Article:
View rwe2156's profile


2924 posts in 1476 days

#3 posted 03-25-2015 03:59 PM

There are a couple videos out there on this subject.

Personally, I think its best to have something permanently anchored to your machine that moves with your machine, is stable and requires no fiddling.

The best one I saw was a drop table hinged off of a narrow table addition with miter slots routed in.

Whatever you decide, I recommend either a formica top or use a sheet of Panolam.

-- Everything is a prototype thats why its one of a kind!!

View hotbyte's profile


991 posts in 2971 days

#4 posted 03-25-2015 04:12 PM

Search for the videos. There are some that have attached a bracket/angle iron that comes under the fence rail so it doesn’t interfere with the fence clamping. I did that and added about “an 10 extension to rear of saw which handles small/medium length rips and use a free standing table for longer lengths.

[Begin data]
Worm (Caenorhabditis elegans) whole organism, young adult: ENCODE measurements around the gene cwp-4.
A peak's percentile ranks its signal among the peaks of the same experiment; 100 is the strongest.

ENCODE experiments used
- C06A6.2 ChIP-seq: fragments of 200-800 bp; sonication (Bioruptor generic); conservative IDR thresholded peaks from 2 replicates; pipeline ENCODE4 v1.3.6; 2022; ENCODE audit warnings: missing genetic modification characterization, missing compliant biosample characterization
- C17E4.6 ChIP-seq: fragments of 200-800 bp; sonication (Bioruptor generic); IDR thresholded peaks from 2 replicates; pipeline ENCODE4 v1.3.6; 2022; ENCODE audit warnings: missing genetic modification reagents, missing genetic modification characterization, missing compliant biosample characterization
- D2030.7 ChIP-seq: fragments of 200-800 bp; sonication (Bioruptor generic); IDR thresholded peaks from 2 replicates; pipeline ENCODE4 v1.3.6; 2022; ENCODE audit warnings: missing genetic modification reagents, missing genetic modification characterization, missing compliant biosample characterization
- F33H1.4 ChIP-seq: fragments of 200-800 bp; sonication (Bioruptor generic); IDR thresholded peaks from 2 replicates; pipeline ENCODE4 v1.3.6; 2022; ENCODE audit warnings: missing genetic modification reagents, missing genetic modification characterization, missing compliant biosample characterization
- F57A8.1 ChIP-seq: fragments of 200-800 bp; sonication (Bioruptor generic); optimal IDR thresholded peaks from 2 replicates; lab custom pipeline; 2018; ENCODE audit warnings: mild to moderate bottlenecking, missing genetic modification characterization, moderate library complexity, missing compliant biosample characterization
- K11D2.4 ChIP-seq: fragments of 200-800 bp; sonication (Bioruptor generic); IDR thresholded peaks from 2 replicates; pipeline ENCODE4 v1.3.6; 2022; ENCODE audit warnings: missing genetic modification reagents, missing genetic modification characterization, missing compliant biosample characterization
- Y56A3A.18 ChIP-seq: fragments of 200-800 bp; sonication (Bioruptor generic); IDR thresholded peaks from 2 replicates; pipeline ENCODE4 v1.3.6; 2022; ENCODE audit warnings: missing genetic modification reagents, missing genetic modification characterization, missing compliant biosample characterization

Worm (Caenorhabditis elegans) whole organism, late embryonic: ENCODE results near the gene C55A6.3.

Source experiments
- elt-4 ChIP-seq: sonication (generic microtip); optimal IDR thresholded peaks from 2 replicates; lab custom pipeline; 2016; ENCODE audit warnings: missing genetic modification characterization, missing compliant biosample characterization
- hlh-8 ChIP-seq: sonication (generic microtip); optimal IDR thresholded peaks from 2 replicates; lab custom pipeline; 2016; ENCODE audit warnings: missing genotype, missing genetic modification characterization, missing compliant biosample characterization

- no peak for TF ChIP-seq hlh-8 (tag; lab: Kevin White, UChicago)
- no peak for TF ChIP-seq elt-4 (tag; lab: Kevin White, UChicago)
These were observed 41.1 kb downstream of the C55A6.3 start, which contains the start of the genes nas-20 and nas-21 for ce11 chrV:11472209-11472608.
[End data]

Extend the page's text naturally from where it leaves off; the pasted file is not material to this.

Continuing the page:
View Woodknack's profile


11608 posts in 2375 days

#5 posted 03-25-2015 04:26 PM

View OSU55's profile


1666 posts in 1985 days

#6 posted 03-25-2015 05:29 PM

Removed the plastic caps, used dowels slightly larger than the leg OD, turned a couple of inches of one end to just fit into the legs (on a lathe), that way the load is carried by the shoulder created on the dowel. I put a screw into each dowel through the steel leg just so it doesn’t fall out. Just figure out how much the table top needs to be raised and cut accordingly. I think I have ~5” extending from the steel legs. While I could have purchased extensions for my TS, I wanted something that could be put up and taken down quickly, no screws/bolts, to keep the TS footprint as small as possible for the 98% of the time in the shop infeed/outfeed on the TS isn’t needed.

View AlaskaGuy's profile (online now)


4127 posts in 2304 days

#7 posted 03-25-2015 07:29 PM

- Rick M.

Hummmm….... no guard, no splitter, and standing directly behind the board being cut. Just an observation.

-- Alaskan's for Global warming!

View TimberMagic's profile


114 posts in 1174 days